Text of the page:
Global resilience has taken a hit – these countries will bear the brunt
Article information and share options
The global economy has suffered its biggest shock since the Second World War. When coronavirus hit, we battened down the hatches and it’s driven us into deep recession.
As countries begin to emerge, they face a different landscape. Massive stimulus packages rolled out by hard-hit economies have created a seismic shift. They may have softened the impact, but they have left us more exposed to future economic shocks than before.
According to initial figures from the Swiss Re Institute's Resilience Index 2020, we estimate global resilience has dropped by a fifth in 2020 compared to 2019 levels.
This is a comparable fall to that seen during the 2008 Global Financial Crisis. But this time, the impacts have been far more rapid: during the GFC, the same scale of decline took three years to materialise. In addition, we went into this recession less resilient than in 2007 ahead of the GFC. And despite major bailouts and fiscal stimuli, lockdowns continue to hamper economic activity.
In an uncertain global economy, resilience is key to building economic stability. Identifying weak spots at a macro and micro level will put us in a stronger position to manage risk. Alongside their resilience status prior to the pandemic, fiscal policies are likely to be key in shaping the economic resilience of each country post-pandemic.
But, even for some at the top half of the resilience index, monetary policy buffers are all but exhausted. Many levers have already been pulled. This reduced space to manoeuvre means our preliminary 2020 rankings have seen some major shifts from 2019.
Here are some of the most notable changes.
From sixth place in 2019, we estimate that the UK will fall to 14th in the 2020 macroeconomic resilience index. The country’s fiscal package has been unprecedented, with measures amounting to in excess of GBP 190 billion by July. Widespread and costly interventions mean macro policy measures are mostly spent.
This leaves the country very little policy space to respond to additional infection waves. It is set to witness a drop in its economic resilience score from 0.74 in 2019 to 0.41 – one of the biggest drops in the rankings.
Like the UK, Brazil too has seen a significant decline in policy space. It is set to fall from 20th to 30th place in the index. Fiscal policy interventions have left it with less space than the average for both advanced and emerging economies.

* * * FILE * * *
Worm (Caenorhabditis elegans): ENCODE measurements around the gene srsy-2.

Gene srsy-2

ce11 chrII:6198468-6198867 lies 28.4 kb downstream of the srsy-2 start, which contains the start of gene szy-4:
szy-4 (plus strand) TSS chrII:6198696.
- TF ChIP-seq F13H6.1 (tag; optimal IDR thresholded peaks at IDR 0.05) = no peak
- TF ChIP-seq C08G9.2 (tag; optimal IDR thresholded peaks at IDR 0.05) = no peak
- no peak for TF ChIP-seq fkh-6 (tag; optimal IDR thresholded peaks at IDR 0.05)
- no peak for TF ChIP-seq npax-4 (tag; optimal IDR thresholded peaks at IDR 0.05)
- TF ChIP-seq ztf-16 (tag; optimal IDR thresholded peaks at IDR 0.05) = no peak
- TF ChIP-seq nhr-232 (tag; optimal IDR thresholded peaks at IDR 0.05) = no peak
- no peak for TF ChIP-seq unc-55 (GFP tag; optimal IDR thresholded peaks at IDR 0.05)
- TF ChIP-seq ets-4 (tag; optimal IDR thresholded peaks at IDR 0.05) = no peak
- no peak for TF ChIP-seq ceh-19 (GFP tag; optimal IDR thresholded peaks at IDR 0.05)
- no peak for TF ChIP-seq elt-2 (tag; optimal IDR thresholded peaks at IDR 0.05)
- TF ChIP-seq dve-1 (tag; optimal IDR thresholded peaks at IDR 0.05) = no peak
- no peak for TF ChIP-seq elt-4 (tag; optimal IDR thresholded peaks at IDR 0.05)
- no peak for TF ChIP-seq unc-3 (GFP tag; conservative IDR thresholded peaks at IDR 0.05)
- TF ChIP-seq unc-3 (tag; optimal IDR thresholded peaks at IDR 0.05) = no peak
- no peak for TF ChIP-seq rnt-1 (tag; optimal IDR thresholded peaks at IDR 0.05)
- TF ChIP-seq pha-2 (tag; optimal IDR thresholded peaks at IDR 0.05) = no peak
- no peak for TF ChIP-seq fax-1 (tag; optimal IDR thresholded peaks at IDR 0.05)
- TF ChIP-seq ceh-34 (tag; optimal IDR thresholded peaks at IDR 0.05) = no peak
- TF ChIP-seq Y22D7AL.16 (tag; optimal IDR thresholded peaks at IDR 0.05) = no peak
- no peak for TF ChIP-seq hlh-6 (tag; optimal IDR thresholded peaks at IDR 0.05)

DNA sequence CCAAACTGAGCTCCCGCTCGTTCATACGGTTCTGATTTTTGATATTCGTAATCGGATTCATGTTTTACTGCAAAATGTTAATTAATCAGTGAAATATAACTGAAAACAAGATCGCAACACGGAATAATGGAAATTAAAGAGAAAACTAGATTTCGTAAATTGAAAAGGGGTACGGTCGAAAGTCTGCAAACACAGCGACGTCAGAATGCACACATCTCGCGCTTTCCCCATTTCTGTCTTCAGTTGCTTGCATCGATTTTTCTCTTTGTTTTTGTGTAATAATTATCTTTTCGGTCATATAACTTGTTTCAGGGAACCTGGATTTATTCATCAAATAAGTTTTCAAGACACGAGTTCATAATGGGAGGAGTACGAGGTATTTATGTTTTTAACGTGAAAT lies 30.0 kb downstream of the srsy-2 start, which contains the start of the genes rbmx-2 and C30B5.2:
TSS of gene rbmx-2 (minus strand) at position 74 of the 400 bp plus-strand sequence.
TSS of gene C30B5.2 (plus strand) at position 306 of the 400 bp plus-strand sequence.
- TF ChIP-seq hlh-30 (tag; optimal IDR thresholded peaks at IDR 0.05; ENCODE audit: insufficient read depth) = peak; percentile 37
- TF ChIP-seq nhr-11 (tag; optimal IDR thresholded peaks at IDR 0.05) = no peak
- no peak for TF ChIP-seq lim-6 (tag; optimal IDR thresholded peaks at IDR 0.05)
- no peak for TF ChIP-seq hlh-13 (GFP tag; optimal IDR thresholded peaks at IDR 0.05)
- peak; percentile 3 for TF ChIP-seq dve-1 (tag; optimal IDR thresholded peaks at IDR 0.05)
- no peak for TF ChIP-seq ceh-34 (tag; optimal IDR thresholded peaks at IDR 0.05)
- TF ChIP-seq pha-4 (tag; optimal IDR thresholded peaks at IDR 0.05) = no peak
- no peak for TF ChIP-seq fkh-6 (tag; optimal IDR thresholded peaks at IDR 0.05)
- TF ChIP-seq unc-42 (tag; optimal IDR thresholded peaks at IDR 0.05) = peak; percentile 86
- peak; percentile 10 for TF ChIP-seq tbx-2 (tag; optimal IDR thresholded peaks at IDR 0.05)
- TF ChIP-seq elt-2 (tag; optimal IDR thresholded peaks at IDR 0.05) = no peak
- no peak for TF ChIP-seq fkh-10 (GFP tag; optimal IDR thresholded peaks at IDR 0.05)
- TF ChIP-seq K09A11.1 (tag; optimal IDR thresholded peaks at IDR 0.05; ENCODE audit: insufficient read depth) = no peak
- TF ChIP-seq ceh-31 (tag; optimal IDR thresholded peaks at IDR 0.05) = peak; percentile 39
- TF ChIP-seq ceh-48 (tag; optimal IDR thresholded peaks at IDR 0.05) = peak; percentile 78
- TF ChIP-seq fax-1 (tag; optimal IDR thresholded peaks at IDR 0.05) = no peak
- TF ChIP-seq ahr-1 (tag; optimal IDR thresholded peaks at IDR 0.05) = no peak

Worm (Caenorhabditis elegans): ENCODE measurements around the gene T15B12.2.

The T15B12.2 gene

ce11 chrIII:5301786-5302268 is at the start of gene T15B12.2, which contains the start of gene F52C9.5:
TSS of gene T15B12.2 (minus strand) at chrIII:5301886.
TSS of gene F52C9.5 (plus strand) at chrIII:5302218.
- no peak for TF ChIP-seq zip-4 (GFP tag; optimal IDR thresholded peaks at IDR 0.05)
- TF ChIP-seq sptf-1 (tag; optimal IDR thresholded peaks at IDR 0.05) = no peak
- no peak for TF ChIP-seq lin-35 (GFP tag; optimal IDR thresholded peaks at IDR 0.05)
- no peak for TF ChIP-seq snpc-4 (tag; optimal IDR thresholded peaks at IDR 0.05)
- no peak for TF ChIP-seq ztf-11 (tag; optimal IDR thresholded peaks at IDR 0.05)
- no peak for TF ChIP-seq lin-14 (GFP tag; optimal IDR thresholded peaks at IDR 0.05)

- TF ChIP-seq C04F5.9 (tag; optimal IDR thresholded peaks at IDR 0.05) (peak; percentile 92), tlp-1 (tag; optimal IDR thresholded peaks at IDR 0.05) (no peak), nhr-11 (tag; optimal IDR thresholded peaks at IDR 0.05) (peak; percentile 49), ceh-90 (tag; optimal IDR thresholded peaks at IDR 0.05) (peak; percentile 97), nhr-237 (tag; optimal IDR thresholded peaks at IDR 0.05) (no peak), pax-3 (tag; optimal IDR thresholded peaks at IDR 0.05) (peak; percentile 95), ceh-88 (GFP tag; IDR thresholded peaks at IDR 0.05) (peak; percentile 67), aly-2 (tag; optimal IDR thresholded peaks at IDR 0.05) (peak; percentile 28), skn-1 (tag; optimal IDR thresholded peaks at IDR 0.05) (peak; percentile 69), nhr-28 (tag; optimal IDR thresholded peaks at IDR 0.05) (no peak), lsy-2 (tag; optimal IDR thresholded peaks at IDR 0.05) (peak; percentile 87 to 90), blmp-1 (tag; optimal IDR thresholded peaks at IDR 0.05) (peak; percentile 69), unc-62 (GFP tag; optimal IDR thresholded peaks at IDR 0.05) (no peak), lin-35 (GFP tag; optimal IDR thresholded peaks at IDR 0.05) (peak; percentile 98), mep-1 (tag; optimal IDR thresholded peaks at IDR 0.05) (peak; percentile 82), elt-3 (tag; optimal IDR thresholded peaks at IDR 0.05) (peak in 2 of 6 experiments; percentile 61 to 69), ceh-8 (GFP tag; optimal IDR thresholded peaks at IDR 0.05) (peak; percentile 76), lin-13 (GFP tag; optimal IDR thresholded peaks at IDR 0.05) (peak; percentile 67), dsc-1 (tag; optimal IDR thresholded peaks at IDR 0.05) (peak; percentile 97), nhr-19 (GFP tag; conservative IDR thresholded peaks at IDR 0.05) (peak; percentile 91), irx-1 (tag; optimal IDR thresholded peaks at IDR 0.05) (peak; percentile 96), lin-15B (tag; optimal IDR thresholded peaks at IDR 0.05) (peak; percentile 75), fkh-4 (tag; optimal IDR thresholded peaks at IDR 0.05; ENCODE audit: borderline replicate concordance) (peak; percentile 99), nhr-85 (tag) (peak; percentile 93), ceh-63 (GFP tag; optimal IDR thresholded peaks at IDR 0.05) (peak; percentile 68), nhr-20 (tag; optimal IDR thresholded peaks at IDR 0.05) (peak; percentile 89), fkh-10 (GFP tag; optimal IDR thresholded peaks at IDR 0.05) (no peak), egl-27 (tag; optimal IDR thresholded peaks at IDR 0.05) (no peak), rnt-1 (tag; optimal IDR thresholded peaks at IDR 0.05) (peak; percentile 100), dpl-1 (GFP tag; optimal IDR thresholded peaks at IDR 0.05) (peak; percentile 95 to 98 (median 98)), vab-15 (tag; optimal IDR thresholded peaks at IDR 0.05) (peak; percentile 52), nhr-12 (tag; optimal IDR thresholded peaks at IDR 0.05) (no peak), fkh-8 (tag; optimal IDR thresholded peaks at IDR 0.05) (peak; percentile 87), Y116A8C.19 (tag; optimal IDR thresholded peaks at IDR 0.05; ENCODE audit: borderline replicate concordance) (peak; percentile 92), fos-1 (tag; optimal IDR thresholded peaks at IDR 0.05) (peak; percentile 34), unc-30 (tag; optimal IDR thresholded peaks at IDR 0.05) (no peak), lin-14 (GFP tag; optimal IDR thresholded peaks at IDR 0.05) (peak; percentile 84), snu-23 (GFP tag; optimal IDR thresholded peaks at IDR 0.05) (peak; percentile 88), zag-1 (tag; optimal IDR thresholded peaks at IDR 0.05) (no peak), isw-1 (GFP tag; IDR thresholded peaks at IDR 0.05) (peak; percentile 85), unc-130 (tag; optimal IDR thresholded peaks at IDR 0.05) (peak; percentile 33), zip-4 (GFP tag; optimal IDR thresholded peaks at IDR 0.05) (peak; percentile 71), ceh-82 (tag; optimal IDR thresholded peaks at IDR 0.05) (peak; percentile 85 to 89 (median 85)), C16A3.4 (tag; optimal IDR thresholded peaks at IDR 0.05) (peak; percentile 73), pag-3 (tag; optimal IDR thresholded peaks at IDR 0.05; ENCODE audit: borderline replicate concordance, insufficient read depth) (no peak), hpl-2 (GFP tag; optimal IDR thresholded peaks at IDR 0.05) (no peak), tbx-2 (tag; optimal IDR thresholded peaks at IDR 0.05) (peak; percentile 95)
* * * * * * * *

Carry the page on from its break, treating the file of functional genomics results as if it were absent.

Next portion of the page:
The country, which has been one of the worst hit by the pandemic, was already on a fragile economic footing. Policies introduced to aid its recovery from recession in 2015-16 had little time to bed down – or have seen their effects wiped out by stimulus packages. Even before the current crisis, the World Bank highlighted restoring fiscal sustainability as one of the most pressing economic challenges for the country. With insufficient time to rebuild its economic buffers the country is now one of the most vulnerable to shocks within our ranking.
Japan had virtually no monetary policy space going into the pandemic. Years of borrowing had already left the country debt-ridden and vulnerable. And heavy borrowing and spending to bolster the COVID-19-hit economy have further accentuated this position and widened the budget deficit.
The recorded infection rate in the country has been comparatively low among others in the rich world. But, unlike many other rich countries, Japan's economic growth was already fragile and heading into for recession prior to the pandemic.
Like the UK and Japan, the US will face a steep economic contraction this year and see its fiscal buffers depleted the most. It is set to fall from a 2019 index score of 0.80 to a 2020 score of 0.58.
As a result, the US is likely to drop down the rankings to fifth place. However, the US's relatively small dip in the rankings masks the resilience divide between it and resilience champions such as Switzerland and Canada.
Indeed, Switzerland and Canada benefit from well-developed financial markets, strong human capital and banks, as well as an efficient labour force. While their fiscal spaces were also battered, they remain in better shape overall and once again come out on top of the list despite the disruption.
China is another country that is set to hang on to its 2019 index position. In China, rapid containment measures meant restrictions could be lifted earlier than in some other nations. As a result, its economy has needed less stimulus than that seen in the US and Europe, and its resilience is likely to be largely unchanged in 2020. Despite fluctuations around it, China is set to hold its 19th place in the table.
Overall, six of the countries featured have seen no change to their score from 2019. Mexico and Hungary have seen slight improvements.
Replenishing resilience to transform the future
We still have some way to travel in this pandemic. Replenishing economic resilience needs to be a top priority if the world is to stand a better chance of dealing with ongoing uncertainty and future shocks.
As we rebuild economies, structural reforms and targeted investments will be vital to weaving in greater resilience. This is a unique opportunity to transform and strengthen the preparedness of both individual countries and wider society.
Click here to read the full Resilience Index 2020.